Skip to main content

Air Quality

Volume 705: debated on Tuesday 4 November 2008

asked Her Majesty’s Government:

Whether they requested by 31 October a derogation from the European air quality directive for particulate matter in order to avoid legal action for potential breach of the limits in 2005, 2006 and 2007.

My Lords, the Government have made the European Commission aware that, subject to public consultation, the UK intends to submit an application for an exemption for those few parts of the UK where there have been breaches of limit values, including London, from the obligation to apply the limit value for particulate matter until June 2011, as provided for by the new ambient air quality directive. Public consultation is expected early in 2009.

My Lords, I thank the Minister for that Answer, which I take to be no, the Government did not apply. I declare an interest as, when in London, I live in one of the most polluted areas of the UK and even of Europe. Is the Minister aware that particulate matter includes particles much smaller than the width of a human hair and that, when inhaled, they can enter the blood stream from the lungs and lead to strokes, heart attacks and other serious health problems, resulting in more than 1,000 premature deaths from this cause alone in London each year? I repeat the Question I asked the noble Lord, Lord Rooker, on 9 October 2007, to which I received no reply: by what date do the Government expect to meet the European Union air quality limit values for particulate matter throughout London?

My Lords, the noble Baroness is quite right to raise the issue of London and the health consequences of particulate material. She is right to say that some particles can be very small. Some progress has been made. Most of the country meets the target now and, on current projections, a few areas will meet it by 2011. We have a problem in London, but our aim in seeking to extend the time limit to 2011 is that, by working with the London government and its local authorities, we will meet the target by that date.

My Lords, does the Minister agree with me that particulates come mostly from old vehicles in the fleet and that one way of dealing with them is to scrap and crush vehicles on the road that are not insured or licensed, to offer a scrapping allowance to the owners of old vehicles for a short time and thereby get rid of the particulates and stimulate the motor industry, which sorely needs it?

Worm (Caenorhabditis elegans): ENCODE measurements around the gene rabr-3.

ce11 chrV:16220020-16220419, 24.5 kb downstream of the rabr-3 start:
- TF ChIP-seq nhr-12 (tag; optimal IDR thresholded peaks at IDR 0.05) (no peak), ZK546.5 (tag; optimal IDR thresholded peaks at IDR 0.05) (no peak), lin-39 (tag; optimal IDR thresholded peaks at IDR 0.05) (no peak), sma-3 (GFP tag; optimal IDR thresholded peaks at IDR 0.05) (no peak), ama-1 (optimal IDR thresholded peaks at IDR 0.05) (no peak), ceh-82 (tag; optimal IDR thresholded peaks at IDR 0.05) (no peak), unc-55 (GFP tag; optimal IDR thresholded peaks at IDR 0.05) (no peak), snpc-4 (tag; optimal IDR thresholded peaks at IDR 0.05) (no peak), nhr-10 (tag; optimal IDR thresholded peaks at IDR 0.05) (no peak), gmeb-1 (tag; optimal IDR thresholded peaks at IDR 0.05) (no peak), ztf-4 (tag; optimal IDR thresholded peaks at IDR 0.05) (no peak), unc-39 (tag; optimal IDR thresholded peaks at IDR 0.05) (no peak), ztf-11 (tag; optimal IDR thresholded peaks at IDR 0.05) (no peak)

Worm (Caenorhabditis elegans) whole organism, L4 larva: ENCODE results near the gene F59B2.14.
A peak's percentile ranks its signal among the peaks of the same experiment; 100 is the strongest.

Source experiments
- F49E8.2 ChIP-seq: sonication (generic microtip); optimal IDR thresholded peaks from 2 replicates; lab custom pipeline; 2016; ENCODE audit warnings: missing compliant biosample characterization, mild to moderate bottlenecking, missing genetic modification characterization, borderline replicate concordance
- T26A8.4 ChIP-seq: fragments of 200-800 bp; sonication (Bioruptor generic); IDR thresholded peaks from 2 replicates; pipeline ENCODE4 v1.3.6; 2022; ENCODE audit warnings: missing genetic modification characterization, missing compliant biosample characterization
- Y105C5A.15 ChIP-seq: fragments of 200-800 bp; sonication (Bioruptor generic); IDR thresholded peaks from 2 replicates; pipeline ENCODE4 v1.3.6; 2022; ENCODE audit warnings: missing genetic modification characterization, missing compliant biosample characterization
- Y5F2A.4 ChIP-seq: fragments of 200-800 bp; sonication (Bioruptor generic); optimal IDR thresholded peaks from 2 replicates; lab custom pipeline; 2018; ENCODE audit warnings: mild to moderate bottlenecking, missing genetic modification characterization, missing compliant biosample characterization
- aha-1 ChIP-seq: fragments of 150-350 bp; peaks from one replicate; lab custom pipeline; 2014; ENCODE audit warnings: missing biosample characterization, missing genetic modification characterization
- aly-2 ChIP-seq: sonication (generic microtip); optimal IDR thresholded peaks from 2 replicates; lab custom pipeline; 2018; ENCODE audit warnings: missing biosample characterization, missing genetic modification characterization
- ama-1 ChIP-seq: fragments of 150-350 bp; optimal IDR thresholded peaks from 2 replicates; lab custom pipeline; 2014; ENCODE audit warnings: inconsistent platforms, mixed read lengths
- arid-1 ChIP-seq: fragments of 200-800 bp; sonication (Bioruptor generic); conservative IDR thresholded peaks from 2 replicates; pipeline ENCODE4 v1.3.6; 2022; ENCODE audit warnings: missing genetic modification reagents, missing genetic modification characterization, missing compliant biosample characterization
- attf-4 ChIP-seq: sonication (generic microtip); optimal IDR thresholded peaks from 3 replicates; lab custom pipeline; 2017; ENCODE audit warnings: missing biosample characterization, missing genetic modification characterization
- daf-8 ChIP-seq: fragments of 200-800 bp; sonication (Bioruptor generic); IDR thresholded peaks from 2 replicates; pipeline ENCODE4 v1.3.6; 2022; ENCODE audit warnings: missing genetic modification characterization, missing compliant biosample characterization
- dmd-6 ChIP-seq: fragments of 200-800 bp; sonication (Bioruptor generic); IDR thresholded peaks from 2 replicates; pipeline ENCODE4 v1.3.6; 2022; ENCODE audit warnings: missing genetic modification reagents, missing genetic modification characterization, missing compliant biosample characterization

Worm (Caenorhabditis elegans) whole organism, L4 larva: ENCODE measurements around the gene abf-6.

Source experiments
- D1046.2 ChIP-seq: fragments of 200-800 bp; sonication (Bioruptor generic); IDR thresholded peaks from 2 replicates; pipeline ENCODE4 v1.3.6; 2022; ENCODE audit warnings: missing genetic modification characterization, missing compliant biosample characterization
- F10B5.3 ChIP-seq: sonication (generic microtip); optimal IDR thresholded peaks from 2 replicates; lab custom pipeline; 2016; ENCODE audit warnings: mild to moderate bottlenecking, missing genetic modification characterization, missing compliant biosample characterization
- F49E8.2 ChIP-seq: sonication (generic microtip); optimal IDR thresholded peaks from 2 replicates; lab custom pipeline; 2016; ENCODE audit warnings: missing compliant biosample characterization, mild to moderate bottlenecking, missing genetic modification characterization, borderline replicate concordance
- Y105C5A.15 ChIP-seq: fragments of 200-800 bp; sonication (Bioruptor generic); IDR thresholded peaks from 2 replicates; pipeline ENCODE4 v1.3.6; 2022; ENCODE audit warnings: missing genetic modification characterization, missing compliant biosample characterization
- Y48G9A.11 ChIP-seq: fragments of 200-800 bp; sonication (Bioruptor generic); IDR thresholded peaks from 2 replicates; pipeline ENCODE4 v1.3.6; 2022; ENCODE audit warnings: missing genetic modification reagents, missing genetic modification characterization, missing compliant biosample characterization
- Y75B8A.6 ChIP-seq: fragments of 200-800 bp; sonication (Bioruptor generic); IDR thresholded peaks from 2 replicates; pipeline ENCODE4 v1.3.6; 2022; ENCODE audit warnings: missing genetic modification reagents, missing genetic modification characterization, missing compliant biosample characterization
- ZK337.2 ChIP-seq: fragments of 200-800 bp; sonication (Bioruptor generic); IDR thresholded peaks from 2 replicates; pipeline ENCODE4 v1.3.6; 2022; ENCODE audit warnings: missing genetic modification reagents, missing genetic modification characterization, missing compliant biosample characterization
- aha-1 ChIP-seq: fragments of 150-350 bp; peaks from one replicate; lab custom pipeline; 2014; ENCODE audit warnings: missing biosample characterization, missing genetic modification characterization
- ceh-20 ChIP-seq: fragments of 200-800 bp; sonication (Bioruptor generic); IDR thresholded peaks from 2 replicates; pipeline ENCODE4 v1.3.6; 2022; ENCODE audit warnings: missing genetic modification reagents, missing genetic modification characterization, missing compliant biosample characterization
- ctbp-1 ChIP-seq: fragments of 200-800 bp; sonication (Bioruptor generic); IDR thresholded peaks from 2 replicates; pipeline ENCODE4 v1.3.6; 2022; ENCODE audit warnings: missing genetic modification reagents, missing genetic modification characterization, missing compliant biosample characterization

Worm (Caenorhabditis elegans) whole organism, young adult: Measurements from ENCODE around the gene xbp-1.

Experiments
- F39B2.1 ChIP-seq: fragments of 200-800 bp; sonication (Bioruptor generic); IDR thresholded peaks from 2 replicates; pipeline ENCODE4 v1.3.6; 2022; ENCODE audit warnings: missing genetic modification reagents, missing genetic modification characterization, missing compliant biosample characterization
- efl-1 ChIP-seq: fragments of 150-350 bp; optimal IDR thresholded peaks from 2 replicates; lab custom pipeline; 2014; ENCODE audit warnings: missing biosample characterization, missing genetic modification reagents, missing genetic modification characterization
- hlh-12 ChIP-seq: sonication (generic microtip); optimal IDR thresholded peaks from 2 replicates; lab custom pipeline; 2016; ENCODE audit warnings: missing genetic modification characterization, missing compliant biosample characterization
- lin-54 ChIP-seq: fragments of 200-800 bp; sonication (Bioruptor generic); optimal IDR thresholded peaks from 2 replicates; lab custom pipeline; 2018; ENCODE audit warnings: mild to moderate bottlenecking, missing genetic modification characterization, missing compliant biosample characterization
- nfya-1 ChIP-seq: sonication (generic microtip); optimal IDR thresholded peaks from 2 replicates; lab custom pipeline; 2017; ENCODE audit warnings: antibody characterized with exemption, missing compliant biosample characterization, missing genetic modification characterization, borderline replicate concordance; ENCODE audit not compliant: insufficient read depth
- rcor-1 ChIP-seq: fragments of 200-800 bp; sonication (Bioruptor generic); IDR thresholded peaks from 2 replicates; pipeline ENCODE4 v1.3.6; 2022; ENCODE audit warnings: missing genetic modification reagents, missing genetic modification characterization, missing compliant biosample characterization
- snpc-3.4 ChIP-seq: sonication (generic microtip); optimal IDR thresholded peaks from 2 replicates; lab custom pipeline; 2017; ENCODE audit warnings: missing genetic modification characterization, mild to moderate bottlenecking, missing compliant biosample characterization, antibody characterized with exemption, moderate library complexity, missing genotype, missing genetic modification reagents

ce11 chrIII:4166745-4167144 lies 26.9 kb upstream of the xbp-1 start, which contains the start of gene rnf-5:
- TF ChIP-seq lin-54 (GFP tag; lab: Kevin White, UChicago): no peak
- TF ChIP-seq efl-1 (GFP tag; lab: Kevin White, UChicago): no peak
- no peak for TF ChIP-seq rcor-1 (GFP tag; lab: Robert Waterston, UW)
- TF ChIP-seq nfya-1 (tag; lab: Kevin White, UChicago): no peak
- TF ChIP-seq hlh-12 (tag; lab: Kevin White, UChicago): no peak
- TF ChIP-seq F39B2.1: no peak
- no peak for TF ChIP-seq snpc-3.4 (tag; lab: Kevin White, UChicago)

My Lords, that is a very interesting suggestion, and I am sure that my colleagues on the Front Bench from the various departments concerned will take great notice of it. Clearly, actions can be taken. The noble Lord has suggested one. We have to look at whether we can have more low emission zones, particularly in London. I know that Transport for London is looking at bus emissions. Other actions can be taken. Clearly, the authorities need to work very hard, particularly in London, to ensure that they meet the target by 2011.

My Lords, following the Question from my noble friend Lady Gardner of Parkes, is the Minister telling us that there was no deadline in October for applications? Have any other countries been found to be in breach of these regulations and, if so, what fines have been applied?

My Lords, I do not think it is time to talk about fines. This year, the European Union requested a letter setting out reasons why the UK and other countries had failed to meet the target. However, we had little notice of that request. We have already informed the European Commission of our action and we will consult in 2009. We will then write to the European Commission. My understanding is that most of the EU countries are in the same position as the UK on this.

My Lords, perhaps the Minister could clarify the position. I do not understand his reply to my noble friend’s question. My understanding is that the application for an extension had to be made by 31 October and, according to the Minister’s Answer, that was not done. A letter was sent simply explaining why we were not applying within the correct time. Is that so?

My Lords, that is correct because we had very little notice from the Commission that the letter would be required. It is not simply a matter of writing on two sides of A4. Alongside the application, a lot of detailed specification has to be undertaken; that is why we need more time. We also need a public consultation about measures that will have to be undertaken, particularly within London, and we need to take care over that. That is why we initially wrote to the European Commission. We will follow that up next year with a full and detailed dossier in the light of public consultation and our discussions with the various authorities in London.

My Lords, do these particulates present any particular problems for children’s health, and do they contribute to childhood asthma?

My Lords, the answer to that is yes and yes. Clearly, these particulate matters create significant health issues. That is why it is so important to meet these air quality targets. Children are as affected, which is why we are pleased that most of the country has met the targets. We are pleased that those parts of the country which have not done so are on track to meet them by 2011. It re-emphasises the importance of ensuring that London is sorted out so that by 2011 it meets those targets.